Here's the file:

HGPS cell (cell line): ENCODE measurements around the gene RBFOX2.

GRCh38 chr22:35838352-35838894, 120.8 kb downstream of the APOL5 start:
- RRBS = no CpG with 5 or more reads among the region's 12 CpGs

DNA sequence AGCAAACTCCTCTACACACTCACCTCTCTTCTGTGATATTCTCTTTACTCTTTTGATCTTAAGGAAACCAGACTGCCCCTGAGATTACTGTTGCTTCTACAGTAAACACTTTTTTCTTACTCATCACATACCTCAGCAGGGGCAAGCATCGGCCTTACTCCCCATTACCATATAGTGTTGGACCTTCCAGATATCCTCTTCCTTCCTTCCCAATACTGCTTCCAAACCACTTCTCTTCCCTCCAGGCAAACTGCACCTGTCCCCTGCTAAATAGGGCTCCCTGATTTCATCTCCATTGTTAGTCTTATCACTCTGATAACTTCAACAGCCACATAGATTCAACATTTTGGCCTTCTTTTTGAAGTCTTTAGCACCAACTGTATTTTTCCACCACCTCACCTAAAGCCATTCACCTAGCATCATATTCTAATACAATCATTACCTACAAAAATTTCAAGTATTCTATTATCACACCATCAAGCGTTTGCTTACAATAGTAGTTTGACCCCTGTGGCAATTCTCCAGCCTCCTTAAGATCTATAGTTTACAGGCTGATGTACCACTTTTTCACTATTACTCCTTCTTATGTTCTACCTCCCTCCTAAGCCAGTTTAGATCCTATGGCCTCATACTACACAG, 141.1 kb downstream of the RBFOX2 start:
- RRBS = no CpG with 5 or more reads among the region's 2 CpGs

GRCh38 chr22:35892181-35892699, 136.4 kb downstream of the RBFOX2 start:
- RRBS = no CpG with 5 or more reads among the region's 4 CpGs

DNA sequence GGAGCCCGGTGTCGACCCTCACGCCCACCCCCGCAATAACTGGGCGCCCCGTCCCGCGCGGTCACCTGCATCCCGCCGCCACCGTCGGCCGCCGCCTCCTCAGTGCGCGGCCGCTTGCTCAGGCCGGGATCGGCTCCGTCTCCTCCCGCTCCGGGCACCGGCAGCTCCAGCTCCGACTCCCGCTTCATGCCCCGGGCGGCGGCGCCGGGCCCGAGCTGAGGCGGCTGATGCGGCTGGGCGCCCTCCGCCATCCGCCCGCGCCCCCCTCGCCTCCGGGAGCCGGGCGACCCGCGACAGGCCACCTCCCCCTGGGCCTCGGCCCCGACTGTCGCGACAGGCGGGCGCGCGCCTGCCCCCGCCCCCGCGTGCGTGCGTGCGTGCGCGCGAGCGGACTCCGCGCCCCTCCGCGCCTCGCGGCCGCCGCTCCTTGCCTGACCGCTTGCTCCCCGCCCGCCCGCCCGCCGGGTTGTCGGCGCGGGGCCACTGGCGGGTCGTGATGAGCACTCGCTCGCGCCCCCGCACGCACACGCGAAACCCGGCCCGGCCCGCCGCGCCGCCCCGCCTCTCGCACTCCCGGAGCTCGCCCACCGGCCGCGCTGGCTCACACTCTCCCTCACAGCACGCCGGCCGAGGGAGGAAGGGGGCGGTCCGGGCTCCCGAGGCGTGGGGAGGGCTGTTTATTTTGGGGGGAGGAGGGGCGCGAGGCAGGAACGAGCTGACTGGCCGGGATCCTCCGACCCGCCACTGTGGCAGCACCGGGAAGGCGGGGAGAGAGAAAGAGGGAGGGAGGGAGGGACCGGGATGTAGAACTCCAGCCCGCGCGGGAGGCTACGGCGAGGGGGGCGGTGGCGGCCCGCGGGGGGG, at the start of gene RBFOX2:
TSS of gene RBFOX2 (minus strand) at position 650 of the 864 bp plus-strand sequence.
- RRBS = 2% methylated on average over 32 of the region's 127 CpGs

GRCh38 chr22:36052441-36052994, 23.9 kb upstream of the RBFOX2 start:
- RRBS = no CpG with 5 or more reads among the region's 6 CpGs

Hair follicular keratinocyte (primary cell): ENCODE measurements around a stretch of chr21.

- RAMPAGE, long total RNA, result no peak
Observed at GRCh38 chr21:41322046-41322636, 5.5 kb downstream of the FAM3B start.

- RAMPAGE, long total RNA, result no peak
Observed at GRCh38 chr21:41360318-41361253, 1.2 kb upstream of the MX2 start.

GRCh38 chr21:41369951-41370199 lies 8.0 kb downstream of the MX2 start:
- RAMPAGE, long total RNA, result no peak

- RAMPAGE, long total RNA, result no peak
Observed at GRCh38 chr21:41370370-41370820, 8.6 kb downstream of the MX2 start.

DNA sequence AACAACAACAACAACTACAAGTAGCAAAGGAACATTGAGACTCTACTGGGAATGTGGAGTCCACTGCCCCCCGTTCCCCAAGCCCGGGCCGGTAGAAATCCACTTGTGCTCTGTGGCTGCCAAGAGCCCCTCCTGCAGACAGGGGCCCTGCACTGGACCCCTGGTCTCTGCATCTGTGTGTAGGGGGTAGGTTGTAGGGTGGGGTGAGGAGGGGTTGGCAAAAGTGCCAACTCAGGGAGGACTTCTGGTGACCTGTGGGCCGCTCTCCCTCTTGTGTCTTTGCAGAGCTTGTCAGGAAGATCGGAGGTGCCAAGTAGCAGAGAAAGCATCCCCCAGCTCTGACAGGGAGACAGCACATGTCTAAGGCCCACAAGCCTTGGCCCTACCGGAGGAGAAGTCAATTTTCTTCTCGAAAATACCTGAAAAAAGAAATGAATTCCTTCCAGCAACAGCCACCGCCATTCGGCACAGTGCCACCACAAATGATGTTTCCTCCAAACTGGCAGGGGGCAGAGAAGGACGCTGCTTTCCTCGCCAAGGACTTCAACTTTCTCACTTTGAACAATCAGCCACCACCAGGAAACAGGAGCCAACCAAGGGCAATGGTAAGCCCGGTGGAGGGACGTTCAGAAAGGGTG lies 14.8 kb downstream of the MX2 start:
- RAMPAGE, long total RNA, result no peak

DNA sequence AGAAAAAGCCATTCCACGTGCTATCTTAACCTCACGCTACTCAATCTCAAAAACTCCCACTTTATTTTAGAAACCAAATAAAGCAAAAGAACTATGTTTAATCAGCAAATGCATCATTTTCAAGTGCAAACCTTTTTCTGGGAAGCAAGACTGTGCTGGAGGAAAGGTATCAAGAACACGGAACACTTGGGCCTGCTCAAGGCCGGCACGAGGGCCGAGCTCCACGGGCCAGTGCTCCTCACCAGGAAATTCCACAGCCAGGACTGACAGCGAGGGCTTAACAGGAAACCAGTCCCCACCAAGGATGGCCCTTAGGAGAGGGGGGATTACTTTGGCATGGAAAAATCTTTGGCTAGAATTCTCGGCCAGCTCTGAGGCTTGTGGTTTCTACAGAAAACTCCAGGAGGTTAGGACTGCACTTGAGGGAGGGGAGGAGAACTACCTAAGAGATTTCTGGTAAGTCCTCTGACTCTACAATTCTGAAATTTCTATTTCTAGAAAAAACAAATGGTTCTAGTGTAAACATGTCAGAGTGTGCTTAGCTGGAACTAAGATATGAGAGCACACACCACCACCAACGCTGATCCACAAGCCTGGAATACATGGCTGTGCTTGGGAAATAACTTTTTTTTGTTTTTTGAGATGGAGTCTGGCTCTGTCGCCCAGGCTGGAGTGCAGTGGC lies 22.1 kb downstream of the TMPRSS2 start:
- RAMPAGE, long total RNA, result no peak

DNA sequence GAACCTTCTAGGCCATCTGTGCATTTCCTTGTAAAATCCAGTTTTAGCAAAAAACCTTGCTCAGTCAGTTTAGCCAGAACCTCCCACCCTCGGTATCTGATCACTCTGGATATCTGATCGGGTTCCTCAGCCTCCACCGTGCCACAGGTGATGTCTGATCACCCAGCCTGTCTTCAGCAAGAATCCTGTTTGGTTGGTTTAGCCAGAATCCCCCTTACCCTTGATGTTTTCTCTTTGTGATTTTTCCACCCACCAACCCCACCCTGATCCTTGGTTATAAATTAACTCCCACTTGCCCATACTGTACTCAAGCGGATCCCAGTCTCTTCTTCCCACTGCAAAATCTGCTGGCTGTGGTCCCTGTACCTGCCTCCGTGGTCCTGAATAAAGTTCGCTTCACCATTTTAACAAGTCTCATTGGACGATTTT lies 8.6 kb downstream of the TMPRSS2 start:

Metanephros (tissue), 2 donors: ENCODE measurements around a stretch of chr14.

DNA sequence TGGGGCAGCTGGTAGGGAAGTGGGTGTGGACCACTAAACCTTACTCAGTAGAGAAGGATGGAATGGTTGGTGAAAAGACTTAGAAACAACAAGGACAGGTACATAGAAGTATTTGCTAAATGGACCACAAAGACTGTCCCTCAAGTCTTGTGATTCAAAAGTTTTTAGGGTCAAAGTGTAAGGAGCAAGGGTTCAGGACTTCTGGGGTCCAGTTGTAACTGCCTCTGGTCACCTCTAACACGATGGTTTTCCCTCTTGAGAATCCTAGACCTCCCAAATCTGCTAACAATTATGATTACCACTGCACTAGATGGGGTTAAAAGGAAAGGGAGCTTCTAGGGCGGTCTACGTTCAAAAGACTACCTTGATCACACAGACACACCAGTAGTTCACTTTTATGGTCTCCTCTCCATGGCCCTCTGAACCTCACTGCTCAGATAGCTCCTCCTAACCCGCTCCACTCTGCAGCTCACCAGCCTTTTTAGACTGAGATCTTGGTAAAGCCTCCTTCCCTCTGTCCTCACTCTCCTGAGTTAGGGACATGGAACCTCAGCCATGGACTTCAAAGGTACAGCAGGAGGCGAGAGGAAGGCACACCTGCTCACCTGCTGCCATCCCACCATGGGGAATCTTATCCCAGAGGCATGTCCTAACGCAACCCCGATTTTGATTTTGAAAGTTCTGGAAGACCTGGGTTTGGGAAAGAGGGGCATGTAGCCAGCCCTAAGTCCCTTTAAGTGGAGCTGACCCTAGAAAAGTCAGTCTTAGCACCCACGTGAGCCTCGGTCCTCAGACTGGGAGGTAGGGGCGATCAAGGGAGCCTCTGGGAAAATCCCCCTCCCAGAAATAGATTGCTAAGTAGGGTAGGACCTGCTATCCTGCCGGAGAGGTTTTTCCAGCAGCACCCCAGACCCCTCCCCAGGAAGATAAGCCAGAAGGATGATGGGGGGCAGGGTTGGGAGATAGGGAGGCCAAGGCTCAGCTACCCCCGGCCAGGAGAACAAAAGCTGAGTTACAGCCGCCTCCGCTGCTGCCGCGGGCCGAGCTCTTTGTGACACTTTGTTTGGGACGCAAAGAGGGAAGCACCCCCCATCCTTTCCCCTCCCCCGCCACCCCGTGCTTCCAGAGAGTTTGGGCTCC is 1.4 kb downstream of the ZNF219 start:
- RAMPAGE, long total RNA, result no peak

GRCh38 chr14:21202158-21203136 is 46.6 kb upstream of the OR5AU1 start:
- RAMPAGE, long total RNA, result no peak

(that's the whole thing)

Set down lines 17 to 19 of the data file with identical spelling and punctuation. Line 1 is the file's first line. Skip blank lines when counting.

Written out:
Observed at GRCh38 chr21:41360318-41361253, 1.2 kb upstream of the MX2 start.

GRCh38 chr21:41369951-41370199 lies 8.0 kb downstream of the MX2 start:
- RAMPAGE, long total RNA, result no peak